The goal of this collaborative work, above all, is to protect and preserve our mission. We must move forward and continue to find optimism in the progress we have made that does not relate to the global pandemic. For example, three undergraduate STEM students were named Goldwater Scholars; I announced the appointment of Lorenzo Candelaria as the next dean of Vanderbilt Blair School of Music; and the Board of Trust just approved the formal designation of five new departments in the College of Arts and Science from existing, vibrant programs and centers.
Another source of optimism is the recently admitted class of 2024. Based on what we know about these students, the class is full of promise. I am proud of the many efforts undertaken by Undergraduate Admissions and others to ensure that these students—the newest members of the Vanderbilt family—feel welcomed and excited, from the virtual tours of our campus, to the online panel discussions with current students and the academic open houses hosted on the Admissions website.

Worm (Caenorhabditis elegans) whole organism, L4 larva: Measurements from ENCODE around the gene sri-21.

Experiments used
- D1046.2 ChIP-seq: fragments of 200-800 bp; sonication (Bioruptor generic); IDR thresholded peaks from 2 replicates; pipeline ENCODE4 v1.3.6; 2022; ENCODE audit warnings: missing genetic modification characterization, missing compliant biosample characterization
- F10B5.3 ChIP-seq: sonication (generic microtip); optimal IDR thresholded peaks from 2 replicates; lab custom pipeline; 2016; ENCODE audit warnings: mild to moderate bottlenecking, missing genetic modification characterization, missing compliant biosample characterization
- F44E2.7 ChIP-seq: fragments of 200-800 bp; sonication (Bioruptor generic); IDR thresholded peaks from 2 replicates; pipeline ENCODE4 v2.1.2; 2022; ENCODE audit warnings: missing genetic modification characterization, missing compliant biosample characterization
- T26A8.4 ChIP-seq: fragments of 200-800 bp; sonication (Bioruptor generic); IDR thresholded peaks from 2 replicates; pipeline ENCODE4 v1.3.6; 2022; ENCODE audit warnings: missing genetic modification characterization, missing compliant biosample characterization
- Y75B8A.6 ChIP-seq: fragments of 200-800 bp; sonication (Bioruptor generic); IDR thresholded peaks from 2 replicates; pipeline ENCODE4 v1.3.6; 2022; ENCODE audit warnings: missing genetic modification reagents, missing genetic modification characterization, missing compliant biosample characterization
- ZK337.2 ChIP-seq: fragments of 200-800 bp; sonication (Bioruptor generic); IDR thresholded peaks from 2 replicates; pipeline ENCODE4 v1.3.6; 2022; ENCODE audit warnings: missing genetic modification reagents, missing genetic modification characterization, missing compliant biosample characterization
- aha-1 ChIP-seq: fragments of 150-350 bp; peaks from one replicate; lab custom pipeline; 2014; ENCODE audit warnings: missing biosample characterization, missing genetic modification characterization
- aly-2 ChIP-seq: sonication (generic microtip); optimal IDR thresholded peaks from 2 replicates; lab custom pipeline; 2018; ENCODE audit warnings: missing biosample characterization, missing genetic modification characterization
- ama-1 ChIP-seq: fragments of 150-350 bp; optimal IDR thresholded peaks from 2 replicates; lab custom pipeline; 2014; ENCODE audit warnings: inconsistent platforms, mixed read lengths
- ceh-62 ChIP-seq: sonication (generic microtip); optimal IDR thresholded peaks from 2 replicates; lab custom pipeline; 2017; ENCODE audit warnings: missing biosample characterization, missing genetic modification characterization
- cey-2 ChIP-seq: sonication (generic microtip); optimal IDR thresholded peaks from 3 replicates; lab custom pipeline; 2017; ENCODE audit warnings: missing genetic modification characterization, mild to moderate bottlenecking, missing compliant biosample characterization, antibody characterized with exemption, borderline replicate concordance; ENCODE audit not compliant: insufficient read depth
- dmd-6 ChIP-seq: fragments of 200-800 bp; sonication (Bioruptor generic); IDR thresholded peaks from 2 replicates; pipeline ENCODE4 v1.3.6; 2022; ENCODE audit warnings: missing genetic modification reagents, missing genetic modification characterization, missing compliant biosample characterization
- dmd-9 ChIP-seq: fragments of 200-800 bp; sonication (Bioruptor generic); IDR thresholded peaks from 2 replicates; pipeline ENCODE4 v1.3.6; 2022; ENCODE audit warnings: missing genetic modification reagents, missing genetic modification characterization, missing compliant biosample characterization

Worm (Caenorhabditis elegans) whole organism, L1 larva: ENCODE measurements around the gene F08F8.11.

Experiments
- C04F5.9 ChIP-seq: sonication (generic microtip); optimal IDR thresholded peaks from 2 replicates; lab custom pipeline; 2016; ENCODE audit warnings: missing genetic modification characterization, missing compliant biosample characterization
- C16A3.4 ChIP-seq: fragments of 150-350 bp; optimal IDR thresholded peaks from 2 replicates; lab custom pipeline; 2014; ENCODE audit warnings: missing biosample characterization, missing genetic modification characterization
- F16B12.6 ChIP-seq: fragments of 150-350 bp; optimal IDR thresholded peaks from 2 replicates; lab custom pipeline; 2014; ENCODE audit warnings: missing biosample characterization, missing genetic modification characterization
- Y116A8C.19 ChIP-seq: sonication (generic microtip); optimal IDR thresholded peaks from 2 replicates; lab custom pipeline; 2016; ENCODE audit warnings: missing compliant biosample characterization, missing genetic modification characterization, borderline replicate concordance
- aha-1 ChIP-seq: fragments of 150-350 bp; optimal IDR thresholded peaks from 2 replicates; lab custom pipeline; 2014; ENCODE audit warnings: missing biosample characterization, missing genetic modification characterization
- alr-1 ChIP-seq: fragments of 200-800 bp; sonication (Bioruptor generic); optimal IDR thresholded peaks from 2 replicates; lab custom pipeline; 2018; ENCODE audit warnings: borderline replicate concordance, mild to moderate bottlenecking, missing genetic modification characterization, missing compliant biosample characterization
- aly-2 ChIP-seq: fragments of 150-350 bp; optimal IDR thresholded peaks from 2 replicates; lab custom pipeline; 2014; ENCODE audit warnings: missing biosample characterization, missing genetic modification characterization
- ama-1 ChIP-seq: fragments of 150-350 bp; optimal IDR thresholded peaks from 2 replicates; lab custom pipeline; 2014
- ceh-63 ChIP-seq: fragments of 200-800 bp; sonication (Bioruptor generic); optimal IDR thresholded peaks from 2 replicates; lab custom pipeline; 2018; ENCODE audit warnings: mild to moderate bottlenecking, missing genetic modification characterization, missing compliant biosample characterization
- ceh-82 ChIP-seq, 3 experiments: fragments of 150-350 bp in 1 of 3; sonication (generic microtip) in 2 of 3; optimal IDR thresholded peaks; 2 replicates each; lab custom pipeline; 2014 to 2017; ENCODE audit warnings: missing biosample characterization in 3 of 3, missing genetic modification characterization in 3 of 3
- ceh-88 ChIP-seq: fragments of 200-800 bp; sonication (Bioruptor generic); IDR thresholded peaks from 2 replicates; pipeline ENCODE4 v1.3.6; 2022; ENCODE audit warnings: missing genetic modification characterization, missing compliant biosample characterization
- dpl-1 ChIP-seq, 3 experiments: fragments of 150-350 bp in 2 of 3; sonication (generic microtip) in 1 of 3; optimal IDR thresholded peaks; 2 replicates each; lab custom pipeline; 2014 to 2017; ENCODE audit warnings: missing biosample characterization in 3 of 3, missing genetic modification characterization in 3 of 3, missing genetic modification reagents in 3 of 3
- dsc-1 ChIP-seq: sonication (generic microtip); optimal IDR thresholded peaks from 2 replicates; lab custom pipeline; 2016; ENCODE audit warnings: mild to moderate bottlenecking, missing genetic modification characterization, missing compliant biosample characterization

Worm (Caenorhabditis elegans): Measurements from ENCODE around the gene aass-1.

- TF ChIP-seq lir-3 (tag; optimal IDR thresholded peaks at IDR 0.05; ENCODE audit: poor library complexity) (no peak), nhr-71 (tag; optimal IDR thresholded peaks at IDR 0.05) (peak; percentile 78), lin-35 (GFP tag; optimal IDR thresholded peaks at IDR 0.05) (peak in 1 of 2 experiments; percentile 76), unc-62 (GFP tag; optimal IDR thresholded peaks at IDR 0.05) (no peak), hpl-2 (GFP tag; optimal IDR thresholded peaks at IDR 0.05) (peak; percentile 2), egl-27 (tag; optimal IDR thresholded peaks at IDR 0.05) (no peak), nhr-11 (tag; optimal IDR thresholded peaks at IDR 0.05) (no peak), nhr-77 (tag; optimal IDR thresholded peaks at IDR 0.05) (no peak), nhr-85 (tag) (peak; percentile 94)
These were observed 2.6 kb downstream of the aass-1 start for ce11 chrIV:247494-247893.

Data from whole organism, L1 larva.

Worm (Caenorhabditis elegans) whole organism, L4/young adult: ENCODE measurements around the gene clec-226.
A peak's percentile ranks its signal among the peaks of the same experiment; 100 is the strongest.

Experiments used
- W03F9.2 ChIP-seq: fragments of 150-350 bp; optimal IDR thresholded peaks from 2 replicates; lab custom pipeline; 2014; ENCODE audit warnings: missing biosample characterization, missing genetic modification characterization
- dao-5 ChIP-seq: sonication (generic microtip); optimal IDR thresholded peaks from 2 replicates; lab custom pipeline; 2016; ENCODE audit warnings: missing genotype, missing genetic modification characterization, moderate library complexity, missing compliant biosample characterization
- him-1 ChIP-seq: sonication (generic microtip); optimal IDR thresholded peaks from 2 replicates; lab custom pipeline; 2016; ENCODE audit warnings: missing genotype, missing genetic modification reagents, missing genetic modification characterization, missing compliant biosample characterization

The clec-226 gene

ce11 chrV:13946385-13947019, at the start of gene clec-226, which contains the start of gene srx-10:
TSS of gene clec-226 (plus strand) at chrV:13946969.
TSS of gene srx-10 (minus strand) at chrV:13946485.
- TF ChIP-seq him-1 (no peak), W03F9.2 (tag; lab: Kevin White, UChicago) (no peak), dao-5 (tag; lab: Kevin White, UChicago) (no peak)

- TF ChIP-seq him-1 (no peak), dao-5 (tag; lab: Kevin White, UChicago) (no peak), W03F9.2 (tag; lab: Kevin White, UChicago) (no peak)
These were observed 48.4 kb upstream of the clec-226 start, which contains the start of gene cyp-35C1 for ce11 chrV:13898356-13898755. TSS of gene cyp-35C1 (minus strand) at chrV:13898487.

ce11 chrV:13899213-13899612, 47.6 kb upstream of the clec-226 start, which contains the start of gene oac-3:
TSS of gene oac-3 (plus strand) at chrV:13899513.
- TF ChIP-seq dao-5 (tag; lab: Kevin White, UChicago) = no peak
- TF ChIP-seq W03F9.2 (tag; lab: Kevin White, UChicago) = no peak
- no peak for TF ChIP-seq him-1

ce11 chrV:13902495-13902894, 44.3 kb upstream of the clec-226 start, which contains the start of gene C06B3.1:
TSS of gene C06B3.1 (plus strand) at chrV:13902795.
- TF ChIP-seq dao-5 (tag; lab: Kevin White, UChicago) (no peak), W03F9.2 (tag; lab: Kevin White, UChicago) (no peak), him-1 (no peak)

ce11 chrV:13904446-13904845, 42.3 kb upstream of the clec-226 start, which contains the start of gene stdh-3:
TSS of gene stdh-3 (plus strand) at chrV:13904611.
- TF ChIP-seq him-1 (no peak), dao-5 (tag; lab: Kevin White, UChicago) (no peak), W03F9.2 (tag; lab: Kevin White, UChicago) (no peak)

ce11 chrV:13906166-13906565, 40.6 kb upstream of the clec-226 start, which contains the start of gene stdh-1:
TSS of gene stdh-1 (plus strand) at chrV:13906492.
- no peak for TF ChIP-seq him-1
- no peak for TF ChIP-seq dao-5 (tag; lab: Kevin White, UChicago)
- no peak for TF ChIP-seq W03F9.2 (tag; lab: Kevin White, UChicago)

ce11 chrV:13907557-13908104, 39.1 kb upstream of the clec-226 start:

All of these examples point to the same truth: As a university, we are strong. We are used to having problems to solve—and we embrace the process of making improvements. We are positioned to think broadly and reach innovative solutions. This holds true even if we are not physically together. Although we don’t know exactly what lies ahead, there will most certainly be both economic and COVID-19 challenges that will evolve. However, I am confident we will move forward together and be even stronger.
As we progress to the next level of decisions, I urge everyone to stay connected in as many ways as you can. Take care of each other, listen closely, and keep an eye out for information from different sources. Some updates will be university-wide, and some will come at a more local level, among individual schools and colleges. It is important that deans, leaders and managers across the university feel empowered to work in the best interests of their constituents. We must support each other as best we can.
I am confident that we will be prepared for whatever comes next, all the while upholding our mission and prioritizing the safety and well-being of our people. Thank you for your continued patience, engagement and commitment to our university’s future.